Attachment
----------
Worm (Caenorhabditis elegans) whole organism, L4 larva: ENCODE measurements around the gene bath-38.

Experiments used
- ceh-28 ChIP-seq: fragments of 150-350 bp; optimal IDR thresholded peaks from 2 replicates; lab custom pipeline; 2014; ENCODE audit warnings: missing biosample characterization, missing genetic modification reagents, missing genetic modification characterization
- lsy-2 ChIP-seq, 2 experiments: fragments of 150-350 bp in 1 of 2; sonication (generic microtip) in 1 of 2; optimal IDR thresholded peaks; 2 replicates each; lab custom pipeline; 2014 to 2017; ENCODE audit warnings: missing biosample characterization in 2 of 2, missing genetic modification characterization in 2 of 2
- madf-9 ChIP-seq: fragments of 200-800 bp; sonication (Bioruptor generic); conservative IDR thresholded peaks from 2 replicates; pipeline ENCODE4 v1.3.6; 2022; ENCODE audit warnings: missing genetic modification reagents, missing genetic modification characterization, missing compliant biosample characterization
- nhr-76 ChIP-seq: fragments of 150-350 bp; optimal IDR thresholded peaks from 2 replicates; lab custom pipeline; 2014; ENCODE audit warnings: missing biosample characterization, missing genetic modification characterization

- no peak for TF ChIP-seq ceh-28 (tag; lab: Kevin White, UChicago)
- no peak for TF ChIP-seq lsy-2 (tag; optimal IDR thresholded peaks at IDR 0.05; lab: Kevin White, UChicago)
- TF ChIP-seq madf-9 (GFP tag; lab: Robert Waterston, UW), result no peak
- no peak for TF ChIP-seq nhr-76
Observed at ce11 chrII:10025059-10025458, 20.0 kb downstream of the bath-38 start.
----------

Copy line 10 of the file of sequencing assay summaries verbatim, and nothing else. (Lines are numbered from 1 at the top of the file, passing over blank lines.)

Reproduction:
- no peak for TF ChIP-seq nhr-76